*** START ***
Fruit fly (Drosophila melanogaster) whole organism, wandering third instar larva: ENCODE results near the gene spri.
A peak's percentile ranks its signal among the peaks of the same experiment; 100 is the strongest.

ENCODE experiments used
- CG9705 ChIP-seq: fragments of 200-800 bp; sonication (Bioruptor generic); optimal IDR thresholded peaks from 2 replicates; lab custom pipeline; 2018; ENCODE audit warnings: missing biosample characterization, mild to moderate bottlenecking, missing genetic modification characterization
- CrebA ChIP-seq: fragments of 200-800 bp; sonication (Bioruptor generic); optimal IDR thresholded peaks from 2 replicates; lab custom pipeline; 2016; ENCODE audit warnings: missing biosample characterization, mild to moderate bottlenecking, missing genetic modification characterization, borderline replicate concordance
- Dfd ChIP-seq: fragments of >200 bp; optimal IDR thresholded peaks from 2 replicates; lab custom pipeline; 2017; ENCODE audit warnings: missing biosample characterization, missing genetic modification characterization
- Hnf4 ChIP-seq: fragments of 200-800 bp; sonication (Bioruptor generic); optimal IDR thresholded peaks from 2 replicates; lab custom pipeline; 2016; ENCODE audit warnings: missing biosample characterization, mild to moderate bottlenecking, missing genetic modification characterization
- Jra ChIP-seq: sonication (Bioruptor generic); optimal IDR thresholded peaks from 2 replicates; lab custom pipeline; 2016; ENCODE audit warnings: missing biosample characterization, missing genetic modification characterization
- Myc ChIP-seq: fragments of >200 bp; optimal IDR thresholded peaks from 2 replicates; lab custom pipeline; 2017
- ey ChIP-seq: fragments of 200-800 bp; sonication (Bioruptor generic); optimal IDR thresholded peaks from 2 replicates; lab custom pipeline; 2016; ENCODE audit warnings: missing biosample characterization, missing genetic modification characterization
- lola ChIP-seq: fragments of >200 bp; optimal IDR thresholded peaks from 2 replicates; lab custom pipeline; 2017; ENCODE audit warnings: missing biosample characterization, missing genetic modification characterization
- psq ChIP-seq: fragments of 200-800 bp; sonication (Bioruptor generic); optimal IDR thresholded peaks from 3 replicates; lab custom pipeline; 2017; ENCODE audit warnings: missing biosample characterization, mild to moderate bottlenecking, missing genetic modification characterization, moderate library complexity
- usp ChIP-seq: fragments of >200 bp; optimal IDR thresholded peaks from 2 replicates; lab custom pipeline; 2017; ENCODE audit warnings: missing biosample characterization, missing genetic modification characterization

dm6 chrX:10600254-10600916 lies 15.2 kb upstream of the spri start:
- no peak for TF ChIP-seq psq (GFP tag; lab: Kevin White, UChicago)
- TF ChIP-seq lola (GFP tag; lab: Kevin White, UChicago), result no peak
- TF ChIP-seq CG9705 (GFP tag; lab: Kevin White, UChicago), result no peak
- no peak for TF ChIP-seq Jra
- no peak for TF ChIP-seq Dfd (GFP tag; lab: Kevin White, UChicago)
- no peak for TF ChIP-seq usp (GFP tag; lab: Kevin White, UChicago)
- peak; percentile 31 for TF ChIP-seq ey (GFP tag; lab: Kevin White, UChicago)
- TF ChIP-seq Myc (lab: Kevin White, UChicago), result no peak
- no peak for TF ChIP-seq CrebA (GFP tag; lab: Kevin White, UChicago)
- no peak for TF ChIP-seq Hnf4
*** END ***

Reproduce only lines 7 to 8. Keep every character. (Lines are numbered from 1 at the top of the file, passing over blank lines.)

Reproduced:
- Hnf4 ChIP-seq: fragments of 200-800 bp; sonication (Bioruptor generic); optimal IDR thresholded peaks from 2 replicates; lab custom pipeline; 2016; ENCODE audit warnings: missing biosample characterization, mild to moderate bottlenecking, missing genetic modification characterization
- Jra ChIP-seq: sonication (Bioruptor generic); optimal IDR thresholded peaks from 2 replicates; lab custom pipeline; 2016; ENCODE audit warnings: missing biosample characterization, missing genetic modification characterization